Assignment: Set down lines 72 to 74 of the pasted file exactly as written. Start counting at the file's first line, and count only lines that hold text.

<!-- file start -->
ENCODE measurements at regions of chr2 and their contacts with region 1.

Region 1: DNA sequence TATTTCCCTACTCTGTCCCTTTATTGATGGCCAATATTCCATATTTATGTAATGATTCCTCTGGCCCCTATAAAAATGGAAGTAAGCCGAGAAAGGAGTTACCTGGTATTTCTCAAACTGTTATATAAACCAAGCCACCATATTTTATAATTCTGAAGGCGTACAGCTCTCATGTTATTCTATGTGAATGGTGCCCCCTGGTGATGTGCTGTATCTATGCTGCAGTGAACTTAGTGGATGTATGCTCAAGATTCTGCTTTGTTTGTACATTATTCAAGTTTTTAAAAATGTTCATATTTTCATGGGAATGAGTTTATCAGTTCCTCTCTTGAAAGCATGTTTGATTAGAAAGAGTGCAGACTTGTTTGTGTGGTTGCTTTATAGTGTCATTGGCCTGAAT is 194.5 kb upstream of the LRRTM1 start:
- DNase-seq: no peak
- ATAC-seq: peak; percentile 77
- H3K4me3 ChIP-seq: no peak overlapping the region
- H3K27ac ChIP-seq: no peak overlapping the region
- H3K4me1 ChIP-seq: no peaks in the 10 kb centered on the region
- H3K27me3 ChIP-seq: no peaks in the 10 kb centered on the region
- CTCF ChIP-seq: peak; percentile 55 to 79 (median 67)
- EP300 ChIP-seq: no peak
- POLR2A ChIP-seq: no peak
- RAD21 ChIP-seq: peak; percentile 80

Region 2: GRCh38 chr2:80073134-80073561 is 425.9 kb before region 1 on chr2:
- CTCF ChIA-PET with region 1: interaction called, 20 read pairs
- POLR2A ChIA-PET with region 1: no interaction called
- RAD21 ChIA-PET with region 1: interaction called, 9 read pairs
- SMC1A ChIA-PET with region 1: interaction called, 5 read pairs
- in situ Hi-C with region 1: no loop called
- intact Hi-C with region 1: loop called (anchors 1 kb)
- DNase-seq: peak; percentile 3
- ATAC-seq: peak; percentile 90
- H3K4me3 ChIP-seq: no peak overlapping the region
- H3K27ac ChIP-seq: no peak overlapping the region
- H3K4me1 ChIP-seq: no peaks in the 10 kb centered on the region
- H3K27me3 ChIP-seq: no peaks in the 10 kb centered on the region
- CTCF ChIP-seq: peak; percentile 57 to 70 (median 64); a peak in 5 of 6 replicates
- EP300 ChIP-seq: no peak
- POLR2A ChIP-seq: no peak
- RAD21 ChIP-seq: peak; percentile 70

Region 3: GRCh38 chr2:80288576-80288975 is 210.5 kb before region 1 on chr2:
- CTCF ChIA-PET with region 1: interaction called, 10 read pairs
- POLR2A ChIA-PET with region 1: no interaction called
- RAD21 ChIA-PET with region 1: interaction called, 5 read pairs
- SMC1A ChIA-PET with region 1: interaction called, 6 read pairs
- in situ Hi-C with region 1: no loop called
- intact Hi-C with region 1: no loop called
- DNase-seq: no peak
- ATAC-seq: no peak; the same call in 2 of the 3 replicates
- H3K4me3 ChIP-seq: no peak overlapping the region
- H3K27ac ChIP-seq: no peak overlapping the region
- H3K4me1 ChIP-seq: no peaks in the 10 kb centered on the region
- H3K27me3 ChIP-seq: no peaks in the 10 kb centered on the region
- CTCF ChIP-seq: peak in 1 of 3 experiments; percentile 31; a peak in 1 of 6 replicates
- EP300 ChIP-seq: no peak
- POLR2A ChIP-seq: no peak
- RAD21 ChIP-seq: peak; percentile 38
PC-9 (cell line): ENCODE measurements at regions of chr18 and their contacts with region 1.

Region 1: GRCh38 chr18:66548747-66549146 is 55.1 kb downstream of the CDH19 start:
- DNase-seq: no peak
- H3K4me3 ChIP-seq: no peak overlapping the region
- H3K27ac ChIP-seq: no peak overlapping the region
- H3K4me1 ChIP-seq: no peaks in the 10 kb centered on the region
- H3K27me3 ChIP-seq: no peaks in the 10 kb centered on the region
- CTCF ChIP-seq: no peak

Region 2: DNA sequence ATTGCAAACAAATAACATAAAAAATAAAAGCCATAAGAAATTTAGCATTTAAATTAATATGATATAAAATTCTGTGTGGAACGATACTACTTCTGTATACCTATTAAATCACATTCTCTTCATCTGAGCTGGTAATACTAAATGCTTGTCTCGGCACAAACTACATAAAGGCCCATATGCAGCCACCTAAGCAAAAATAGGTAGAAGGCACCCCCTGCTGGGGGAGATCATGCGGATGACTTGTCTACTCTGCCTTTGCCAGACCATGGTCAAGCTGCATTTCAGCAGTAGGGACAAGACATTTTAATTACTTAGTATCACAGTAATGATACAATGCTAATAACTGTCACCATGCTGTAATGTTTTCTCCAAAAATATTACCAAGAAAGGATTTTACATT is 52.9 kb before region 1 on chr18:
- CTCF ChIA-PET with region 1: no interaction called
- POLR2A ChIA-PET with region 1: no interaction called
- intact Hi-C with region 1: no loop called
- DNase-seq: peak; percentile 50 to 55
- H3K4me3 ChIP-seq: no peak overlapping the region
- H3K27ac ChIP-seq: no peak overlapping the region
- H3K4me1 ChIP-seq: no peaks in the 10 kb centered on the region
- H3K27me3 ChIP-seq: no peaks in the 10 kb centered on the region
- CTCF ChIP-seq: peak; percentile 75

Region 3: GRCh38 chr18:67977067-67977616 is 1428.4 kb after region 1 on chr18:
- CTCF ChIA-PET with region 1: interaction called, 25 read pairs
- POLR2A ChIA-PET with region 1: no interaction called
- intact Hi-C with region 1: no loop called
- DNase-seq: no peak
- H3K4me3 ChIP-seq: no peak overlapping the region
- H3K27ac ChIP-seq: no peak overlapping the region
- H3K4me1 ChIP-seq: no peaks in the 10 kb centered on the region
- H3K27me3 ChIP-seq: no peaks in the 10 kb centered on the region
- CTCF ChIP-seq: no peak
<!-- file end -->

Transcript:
- H3K4me1 ChIP-seq: no peaks in the 10 kb centered on the region
- H3K27me3 ChIP-seq: no peaks in the 10 kb centered on the region
- CTCF ChIP-seq: no peak